Being an artist isn't easy, and it's made more difficult by some of the crazy myths that our culture has about what it means to be an artist. I address some of these in posts like Can I Be a Famous Artist? and Should I go to Art School?. In a complicated world, simplicity is key. Gather your ideas and find your voice.
It's pretty cool, looking through these pages and seeing just how much I've written. I think some of it's not too bad. I hope you might find some of these words and drawings helpful, and maybe even inspiring, as you develop your own art and creativity.
The foundation of a really nice looking heart is symmetry and balance - good proportion so that your heart looks rounded and even. From there, you can 'tweak' the shape to create an expressive form, or stick with the clean traditional style. Here's How to Draw a Heart and How to Draw an Arrow Through a Heart.
Can't get out to stores due to flood or snow or summer heat or cyclone? Create a unique Valentine greeting for your beloved - draw this Manga Valentine's Day card.
You can print and color, trace, copy or use it as an example to do something really individual. Try drawing it digitally - or scanning your outline - and using a paint program to experiment with color. (and stay safe, everyone. )
The problem is, however much we hate it - and most artists I know loathe marketing and would rather perish in obscurity than advertise - creating a viable career in the arts requires that you have a personal brand. This doesn't mean plastering a ritzy logo and flamboyant signature across ever piece you do. It means having consistency of style, a certain unity in your body of work, and something that sets it apart from the crowd. For most visual artists, this tends to happen organically. When your art is internally driven, there are themes and qualities that will keep appearing. It might be obvious, or it might be subtle, and it may well change over time, but if you look hard enough, there are connecting threads.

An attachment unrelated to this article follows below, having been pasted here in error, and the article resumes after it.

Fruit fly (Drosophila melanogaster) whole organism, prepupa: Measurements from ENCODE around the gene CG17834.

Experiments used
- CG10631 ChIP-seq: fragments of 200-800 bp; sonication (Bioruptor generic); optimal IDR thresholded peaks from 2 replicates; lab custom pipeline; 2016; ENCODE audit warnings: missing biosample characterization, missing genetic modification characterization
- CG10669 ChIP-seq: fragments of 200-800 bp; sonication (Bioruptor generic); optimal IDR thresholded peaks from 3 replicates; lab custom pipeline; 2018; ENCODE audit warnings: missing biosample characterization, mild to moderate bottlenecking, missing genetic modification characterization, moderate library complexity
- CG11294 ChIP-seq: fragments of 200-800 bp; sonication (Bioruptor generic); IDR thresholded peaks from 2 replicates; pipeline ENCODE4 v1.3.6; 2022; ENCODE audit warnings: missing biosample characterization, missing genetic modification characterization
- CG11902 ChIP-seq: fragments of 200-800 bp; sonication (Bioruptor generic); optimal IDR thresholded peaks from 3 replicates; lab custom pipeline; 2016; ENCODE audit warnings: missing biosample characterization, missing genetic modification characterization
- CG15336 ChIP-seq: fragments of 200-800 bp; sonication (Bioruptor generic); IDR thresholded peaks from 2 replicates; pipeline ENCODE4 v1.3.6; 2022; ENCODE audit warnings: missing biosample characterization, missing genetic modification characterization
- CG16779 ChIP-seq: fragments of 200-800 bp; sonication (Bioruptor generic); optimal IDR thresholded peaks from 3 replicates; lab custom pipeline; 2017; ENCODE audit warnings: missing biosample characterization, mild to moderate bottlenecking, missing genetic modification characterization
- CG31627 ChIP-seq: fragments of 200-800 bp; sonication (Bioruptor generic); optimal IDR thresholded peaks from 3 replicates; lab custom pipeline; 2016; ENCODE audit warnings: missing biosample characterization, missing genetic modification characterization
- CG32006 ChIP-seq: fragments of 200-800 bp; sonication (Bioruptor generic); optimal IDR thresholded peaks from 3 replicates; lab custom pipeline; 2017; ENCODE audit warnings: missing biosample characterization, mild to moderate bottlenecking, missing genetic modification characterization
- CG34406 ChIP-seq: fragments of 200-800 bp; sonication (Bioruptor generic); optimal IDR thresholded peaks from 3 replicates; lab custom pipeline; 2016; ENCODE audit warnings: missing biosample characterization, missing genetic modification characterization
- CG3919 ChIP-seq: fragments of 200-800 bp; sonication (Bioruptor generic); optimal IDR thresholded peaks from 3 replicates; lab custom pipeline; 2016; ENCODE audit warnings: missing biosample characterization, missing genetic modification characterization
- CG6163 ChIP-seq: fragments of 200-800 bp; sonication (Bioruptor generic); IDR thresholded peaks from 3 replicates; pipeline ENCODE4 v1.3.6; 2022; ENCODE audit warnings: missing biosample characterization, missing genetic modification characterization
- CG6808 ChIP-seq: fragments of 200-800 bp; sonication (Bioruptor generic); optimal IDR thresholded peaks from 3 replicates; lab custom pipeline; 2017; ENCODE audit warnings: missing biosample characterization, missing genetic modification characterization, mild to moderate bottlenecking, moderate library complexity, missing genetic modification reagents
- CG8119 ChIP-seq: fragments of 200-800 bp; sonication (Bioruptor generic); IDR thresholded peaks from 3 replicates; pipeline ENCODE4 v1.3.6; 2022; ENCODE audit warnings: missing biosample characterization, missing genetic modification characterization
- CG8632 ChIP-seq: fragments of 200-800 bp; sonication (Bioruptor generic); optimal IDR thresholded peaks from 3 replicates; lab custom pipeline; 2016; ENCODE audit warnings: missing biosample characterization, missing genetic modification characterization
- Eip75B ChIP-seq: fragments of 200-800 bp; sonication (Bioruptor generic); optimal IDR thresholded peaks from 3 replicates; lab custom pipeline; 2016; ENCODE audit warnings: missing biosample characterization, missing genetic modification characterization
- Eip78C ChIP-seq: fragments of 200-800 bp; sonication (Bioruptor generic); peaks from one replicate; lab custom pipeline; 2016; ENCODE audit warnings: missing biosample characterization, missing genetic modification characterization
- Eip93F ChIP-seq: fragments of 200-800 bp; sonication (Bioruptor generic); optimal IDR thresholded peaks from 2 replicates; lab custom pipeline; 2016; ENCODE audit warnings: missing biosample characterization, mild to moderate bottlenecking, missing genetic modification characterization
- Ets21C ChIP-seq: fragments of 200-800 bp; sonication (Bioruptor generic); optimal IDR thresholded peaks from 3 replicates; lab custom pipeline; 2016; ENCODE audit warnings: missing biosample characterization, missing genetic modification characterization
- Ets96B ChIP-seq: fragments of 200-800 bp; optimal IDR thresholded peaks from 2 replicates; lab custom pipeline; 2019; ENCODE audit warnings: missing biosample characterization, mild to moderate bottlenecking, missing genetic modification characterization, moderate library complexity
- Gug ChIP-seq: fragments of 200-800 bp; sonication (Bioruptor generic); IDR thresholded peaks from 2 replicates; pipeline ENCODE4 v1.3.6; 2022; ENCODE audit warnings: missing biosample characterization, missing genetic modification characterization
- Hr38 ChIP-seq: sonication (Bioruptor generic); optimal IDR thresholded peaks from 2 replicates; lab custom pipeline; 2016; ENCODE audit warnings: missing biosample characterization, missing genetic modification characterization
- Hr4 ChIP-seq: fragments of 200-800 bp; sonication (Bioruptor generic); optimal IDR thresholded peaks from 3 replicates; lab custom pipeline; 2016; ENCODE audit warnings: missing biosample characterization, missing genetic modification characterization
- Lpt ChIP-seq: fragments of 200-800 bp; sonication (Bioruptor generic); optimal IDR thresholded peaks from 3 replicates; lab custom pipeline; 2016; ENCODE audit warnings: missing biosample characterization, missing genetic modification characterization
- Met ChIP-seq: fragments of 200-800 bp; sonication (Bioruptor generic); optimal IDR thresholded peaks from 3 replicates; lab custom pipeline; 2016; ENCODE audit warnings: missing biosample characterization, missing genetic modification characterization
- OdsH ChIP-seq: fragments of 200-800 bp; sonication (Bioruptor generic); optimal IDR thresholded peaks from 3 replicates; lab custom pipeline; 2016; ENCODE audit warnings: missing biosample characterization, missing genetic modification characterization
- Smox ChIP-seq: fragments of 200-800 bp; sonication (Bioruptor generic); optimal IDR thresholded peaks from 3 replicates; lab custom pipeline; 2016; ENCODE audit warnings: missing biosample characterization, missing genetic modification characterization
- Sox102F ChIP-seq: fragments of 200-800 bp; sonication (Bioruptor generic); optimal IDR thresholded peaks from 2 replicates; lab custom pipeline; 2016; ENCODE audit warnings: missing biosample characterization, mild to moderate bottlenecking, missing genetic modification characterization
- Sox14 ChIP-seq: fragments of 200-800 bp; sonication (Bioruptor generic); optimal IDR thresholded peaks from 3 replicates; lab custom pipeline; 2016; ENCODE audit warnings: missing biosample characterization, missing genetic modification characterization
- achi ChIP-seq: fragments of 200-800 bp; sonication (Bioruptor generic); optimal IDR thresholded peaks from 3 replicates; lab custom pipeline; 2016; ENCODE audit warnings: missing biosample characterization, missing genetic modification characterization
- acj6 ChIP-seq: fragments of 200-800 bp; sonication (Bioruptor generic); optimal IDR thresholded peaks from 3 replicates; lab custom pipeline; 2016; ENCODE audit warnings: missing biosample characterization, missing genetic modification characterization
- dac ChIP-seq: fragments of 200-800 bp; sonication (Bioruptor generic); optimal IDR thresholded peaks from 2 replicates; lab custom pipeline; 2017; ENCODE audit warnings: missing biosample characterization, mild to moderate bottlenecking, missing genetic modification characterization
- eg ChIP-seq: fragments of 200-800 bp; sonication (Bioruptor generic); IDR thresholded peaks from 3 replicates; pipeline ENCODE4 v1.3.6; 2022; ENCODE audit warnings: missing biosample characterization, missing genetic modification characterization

Lack of a recognizable 'brand' can be a real problem in a competitive marketplace. The value of an artist's work can be somewhat artificial and subject to fashion, as we know, but there's more to it than that. You don't want a potential buyer to look at a work and say 'Oh, I must get a colored pencil horse drawing too.' You want them to think, 'I need a piece by THAT artist.' If you're just another realist artist making generic copies of stock photos, what is there to set your work apart?
Why, for example, would you commission J.D. Hillberry over some other artist chosen at random from a Google search? He is renowned for his mastery of realism, but there are plenty of competent photo-realists around. There's a clue in his expert compositions, which aren't simple copies of photos. Most of his drawings have close-cropped composition and use a lot of white space to balance the intricately rendered textures. His trompe-l'oeil pieces have a unique combination of shallow-space illusion and quirky humor. His personality emerges in his work, even given its degree of precise realism.
Other artists have a notable sense of freedom in their work - vigorous mark-making, or sometimes a particular construction technique the gives a certain recognizable look and feel. Michael Hames uses a textured, painted support and retains much of his 'working drawing' within his realist work, giving it the energy and structure you can see in his wolf drawing
So what sets your work apart? If I browse through your online gallery, will I then recognize one of your drawings when I see it at an art show?
Check out some tips on Developing Your Personal Style from Marion Boddy-Evans.